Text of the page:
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Thread: General Elementary Router Table Questions

  1. #1
    Join Date
    Jun 2010
    Vancouver Island, Courtenay/Comox Valley, British Columbia

    General Elementary Router Table Questions

    Hi all:

    I haven't posted much lately because my head is full of sawdust.

    But I have some basic router table questions that I need your input on. These are elementary questions I warn you.

    It's pretty clear to me that I'm going to need a heavier duty router than the one I have with a 1/4" collet, and a router table. There are 2 things I don't understand.

    1. Whenever I look at router tables (and yes I know I could make one) some have lifts and some don't--and the lifts are always sold separately. Is it necessary to have a lift? Can you mount and use the router without a "lift" and adjust the router height on the router itself under the table? Or do you really need a lift? Also, could the lift be added at a later date if it's a luxury?

    2. I have seen in books a router also mounted above the table sideways. How do you mount it like that? Are there mounts that you can buy for that or do you have to jerry-rig something, or is that actually a rare and unnecessary need?

    3. So, the big question is if I can spend max $750, what should I buy for a new router, table, and/or lift? And BTW, there is a Lee Valley within driving distance, but I'm happy to buy online from someone else if that's what you guys recommend. And I'm in Canada.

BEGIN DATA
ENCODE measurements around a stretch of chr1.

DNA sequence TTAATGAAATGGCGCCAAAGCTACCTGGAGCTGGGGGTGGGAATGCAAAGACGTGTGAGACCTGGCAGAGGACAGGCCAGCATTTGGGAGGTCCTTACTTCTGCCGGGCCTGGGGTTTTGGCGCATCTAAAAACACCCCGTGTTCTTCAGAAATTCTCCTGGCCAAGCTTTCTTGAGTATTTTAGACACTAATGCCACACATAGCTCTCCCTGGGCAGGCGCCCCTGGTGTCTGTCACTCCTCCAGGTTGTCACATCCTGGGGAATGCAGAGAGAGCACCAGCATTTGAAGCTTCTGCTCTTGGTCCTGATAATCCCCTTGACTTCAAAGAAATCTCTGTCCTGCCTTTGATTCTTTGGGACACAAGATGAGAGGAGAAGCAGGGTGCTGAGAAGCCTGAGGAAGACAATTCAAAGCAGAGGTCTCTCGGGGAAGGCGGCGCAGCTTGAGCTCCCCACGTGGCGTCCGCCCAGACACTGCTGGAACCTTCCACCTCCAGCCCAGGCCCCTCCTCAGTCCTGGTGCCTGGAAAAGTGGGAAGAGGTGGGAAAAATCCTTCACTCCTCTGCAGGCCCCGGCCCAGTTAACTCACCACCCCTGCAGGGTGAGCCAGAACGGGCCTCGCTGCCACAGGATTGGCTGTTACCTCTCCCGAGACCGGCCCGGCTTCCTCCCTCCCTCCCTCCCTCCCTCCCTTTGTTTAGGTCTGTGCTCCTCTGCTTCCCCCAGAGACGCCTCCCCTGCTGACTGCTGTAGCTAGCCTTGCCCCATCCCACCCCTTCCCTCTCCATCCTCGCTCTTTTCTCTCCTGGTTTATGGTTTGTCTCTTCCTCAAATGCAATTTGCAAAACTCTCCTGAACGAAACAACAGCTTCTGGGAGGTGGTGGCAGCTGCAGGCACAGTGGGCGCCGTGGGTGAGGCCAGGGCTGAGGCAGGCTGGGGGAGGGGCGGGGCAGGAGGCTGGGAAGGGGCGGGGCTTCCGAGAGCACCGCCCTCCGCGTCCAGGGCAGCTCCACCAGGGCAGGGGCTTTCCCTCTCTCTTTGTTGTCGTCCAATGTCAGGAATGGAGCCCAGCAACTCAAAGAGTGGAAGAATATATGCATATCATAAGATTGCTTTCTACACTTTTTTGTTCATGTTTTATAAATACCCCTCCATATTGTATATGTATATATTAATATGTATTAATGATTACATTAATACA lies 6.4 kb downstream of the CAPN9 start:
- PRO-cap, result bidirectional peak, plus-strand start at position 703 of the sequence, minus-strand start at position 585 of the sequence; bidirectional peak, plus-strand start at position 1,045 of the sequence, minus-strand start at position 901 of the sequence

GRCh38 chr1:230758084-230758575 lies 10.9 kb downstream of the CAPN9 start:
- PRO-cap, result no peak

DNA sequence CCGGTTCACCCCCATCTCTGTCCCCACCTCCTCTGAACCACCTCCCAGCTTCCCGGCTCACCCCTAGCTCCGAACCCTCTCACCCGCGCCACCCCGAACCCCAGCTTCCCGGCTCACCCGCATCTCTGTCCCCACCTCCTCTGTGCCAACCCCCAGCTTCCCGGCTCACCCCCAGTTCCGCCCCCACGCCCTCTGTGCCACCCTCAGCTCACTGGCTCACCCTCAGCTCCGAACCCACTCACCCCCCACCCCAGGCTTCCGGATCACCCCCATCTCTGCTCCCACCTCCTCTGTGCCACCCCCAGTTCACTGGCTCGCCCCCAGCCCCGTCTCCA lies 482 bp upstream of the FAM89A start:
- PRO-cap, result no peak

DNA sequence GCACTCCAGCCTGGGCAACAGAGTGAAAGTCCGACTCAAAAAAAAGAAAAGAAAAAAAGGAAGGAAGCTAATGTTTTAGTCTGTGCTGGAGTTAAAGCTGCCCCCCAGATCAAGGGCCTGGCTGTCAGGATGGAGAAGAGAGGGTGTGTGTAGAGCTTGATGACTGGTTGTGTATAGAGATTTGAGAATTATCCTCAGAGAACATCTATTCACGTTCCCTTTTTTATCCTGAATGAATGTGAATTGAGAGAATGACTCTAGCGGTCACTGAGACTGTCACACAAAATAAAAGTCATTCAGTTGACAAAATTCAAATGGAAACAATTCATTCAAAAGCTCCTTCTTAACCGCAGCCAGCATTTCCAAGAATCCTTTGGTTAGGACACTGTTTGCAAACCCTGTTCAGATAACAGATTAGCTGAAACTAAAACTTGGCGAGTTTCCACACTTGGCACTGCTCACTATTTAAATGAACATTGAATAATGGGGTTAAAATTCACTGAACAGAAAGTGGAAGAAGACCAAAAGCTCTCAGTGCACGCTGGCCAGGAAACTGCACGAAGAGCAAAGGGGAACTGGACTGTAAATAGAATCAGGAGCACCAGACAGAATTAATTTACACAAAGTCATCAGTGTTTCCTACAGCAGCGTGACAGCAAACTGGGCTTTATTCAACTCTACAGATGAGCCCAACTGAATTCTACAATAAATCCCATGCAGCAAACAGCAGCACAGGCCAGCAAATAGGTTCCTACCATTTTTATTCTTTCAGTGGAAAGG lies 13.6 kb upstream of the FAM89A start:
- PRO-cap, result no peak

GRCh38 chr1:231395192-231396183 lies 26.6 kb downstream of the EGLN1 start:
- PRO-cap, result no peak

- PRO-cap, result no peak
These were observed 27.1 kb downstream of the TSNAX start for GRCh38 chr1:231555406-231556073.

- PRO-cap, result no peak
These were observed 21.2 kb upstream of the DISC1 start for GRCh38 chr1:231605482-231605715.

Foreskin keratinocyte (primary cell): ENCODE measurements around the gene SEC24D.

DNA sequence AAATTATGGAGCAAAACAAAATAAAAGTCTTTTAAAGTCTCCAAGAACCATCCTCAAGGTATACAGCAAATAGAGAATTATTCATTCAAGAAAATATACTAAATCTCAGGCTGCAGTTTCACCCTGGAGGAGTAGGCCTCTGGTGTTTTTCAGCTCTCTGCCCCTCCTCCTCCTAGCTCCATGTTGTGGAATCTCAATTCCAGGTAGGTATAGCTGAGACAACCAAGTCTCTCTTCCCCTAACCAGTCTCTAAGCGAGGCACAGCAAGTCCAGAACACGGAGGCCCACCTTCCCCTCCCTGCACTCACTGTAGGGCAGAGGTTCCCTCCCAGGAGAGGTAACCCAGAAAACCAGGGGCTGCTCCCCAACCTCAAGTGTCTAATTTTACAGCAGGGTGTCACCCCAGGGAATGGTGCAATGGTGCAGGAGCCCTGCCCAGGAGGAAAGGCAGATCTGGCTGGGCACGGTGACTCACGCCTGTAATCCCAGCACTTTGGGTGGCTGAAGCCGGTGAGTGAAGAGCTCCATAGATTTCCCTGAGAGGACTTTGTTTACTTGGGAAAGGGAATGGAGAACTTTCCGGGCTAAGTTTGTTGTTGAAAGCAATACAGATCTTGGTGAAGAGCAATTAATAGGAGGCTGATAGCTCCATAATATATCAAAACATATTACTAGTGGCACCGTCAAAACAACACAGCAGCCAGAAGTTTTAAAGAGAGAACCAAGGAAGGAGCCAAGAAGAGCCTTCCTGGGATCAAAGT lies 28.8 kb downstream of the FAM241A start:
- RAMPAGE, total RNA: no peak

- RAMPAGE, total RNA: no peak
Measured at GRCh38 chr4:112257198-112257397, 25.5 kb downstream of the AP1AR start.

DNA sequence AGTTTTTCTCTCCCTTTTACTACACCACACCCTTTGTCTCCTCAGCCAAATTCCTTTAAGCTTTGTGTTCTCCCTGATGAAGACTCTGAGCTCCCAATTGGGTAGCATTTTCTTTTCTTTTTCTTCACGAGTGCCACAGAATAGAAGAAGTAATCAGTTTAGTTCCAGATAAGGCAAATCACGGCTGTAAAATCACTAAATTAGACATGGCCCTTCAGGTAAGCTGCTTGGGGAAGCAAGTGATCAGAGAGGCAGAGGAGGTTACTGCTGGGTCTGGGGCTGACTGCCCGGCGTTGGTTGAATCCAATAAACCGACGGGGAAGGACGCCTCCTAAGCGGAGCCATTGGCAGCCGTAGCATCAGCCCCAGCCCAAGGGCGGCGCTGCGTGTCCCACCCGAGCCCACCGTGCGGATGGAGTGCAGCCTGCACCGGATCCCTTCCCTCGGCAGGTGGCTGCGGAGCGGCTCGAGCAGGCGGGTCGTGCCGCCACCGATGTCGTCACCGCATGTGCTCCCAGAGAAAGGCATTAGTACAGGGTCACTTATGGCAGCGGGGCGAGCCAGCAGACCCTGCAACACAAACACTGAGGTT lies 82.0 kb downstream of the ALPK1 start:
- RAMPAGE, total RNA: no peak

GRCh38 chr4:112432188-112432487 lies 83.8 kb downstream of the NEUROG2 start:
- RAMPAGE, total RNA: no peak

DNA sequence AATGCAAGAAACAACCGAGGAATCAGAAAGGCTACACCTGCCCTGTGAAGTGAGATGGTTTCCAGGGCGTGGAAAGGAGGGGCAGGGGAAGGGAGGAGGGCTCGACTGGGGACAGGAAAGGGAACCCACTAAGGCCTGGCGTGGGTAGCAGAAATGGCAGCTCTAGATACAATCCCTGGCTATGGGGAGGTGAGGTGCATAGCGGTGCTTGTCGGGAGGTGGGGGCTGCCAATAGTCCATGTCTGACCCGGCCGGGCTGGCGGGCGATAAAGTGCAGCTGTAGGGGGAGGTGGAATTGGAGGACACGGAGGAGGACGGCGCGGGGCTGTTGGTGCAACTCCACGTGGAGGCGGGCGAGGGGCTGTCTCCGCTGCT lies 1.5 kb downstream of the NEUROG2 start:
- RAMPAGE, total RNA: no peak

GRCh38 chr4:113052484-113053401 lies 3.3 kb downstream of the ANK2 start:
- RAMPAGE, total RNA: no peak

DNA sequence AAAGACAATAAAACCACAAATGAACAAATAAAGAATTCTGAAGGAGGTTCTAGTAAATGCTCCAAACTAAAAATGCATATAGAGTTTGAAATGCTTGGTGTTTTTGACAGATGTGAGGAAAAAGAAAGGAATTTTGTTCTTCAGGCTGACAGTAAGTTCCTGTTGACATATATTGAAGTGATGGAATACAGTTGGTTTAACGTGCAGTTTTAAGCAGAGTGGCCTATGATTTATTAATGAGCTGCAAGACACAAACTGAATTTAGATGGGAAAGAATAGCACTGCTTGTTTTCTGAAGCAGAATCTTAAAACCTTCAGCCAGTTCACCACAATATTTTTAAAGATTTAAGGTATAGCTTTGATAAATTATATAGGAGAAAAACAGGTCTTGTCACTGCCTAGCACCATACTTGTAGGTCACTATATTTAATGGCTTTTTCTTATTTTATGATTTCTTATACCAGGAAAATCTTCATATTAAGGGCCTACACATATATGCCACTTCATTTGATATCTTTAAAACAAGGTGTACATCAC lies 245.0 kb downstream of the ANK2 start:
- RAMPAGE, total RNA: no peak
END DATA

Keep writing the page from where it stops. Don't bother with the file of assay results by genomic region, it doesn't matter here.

AKA Young Grasshopper Woodworker
    AKA The Rookie

  2. #2
    Join Date
    Mar 2007
    Escondido, CA
    OK, up front, I am biased.

    A lift is a luxury. If you are dying to get one, you can put off the purchase. The purpose of a lift is to raise the bit up and down (and lift the collet above the table to change bits.). However, you can set the bit height without a lift. You just have to take the router motor out of the table. Personally, I prefer this. The fewer variables, the less opportunity to screw up.

    Yes, the router is where bigger is better. My router choice for a table is the Porter Cable 7518. Built like a tank. Variable speed. If not maximum horsepower out there, darn close. It is not a plunge router, however.

    That said, I don't like plunge routers in router tables. Super fine height adjustments have always been problematic for me with plunge routers. And if you are planning a lift now or in the future, you don't want a plunge router for your table.

    The PC 7518 will be near half your budget. A lift will be nearly all of your budget.

    And then there is the table. I have little information on ready-made tables, as shop made are much better. The most important thing is that the top must be and stay dead flat, or registration between the cutter and the table will always be a problem.

    Other things to consider are dust collection, the fence, and inserts.

    But my timer dinged. I gotta run. I'll weigh in again later.

  3. #3
    Join Date
    Apr 2007
    No, not all of SoCal is Los Angeles!
    I'm biased too.

    A lift is a luxury and one I would loath to give up. I did run my Milwaukee 5625 (the other favorite router-table "locomotive") using the built in above the table crank. It was OK and you can get along. You do have to learn to "feel" the amount the bit is going to shift when you lock the motor via the cam lever; I got pretty good at it.